Dr. Susan Elswick has taught both undergraduate and graduate level courses in her time as a professor. She has taught over thirty sections of master's level courses in the areas of human behavior in the social environment, field education/ field seminar, social work practice with children and families, and school social work. She has also taught 8 sections of undergraduate content and curriculum in intro to social work, school social work, and social response to the human need. She has served as field liaison and field instructor for both graduate and undergraduate students since 2008.
Dr. Susan Elswick has over 15 years of clinical mental health experience that includes community mental health, case management, residential programming, ABA-based programming, school-based programming, parent coaching, integrated behavioral health, infant mental health, and home-based services. Dr. Elswick is the CEO/ Founder of Behavior Services of the MidSouth LLC. Her research interests include assessment and intervention for children with both academic and behavioral difficulties, the use of Response to Intervention in multiple settings, improving outcomes for students through effective teacher training and supports, the use of evidence-based interventions and services to correct maladaptive behaviors in order to improve outcomes for children and families, the use of expressive art therapies/ experiential therapies in the field of social work practice, and the use of informatics and technology in the field of social work.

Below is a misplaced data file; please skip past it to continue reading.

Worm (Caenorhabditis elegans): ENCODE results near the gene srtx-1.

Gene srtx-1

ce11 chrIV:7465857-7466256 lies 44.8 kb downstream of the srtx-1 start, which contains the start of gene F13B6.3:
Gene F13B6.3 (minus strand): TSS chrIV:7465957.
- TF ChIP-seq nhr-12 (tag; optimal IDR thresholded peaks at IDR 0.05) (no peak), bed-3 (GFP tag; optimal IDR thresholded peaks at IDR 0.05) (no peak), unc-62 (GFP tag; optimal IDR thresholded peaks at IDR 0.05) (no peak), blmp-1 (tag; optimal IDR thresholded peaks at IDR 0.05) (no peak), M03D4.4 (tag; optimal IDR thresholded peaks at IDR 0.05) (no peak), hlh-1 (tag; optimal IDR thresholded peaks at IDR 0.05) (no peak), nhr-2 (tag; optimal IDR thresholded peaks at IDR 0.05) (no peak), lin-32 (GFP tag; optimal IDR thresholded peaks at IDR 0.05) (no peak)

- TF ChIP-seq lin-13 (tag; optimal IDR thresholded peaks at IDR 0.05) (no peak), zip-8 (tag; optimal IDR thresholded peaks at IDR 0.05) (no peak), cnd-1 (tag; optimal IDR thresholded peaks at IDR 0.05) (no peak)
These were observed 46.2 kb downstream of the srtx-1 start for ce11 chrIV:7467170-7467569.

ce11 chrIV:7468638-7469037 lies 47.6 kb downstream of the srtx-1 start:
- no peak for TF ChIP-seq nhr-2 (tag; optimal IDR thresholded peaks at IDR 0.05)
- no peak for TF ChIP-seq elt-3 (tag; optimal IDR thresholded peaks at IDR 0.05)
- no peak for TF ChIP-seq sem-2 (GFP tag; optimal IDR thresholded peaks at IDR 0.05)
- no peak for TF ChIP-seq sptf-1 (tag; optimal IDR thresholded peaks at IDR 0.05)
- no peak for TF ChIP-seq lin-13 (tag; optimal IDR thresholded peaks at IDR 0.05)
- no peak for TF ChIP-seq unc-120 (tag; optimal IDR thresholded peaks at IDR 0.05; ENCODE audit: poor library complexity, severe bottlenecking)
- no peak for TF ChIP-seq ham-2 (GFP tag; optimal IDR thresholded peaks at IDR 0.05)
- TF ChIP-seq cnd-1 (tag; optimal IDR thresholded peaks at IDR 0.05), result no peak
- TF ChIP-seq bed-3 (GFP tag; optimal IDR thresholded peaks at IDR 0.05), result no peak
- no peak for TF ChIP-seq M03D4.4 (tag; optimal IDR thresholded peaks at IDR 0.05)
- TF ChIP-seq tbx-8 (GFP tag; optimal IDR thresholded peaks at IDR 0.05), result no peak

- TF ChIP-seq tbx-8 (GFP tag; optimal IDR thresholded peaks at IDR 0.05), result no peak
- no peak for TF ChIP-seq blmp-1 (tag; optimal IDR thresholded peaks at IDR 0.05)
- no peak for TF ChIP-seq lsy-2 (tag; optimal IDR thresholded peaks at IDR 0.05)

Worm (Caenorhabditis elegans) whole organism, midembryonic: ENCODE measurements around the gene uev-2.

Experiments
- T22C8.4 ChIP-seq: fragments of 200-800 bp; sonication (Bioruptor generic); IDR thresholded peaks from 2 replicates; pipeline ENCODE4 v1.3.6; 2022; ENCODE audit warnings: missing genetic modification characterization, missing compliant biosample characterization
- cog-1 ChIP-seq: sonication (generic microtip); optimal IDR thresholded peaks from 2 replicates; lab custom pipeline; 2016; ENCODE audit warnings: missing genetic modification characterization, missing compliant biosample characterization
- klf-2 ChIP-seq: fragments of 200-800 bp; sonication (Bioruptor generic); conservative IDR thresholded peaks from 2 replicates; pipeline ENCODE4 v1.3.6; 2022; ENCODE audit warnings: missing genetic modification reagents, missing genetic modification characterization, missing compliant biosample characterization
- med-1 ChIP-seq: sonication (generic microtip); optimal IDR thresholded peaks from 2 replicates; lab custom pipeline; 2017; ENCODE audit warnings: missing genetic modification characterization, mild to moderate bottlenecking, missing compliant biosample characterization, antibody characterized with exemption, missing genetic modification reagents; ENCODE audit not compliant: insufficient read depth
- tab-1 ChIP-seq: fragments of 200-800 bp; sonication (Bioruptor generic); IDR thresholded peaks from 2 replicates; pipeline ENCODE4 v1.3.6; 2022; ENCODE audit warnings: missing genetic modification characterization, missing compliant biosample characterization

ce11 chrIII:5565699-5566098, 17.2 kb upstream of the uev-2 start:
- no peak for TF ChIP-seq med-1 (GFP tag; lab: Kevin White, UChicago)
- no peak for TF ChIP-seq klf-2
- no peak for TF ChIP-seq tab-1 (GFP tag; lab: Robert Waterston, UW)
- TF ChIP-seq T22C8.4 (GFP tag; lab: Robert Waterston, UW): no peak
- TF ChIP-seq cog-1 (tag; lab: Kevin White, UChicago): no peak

Dr. Elswick is the author of fifteen peer reviewed journal publications, two monographed books, and served as the editor for one book publication. She also has over thirty referred conference presentations. She has received more than $1 million in internal and external grants to date. She was also awarded the NASW-TN West Branch Social Worker of the Year in 2017, and was awarded the prestigious Gary Lee Shaffer Award for Academic Contributions to the Field of School Social Work by the School Social Work Association of America (SSWAA) in 2018. This is the highest honor that can be bestowed on a school social work faculty member.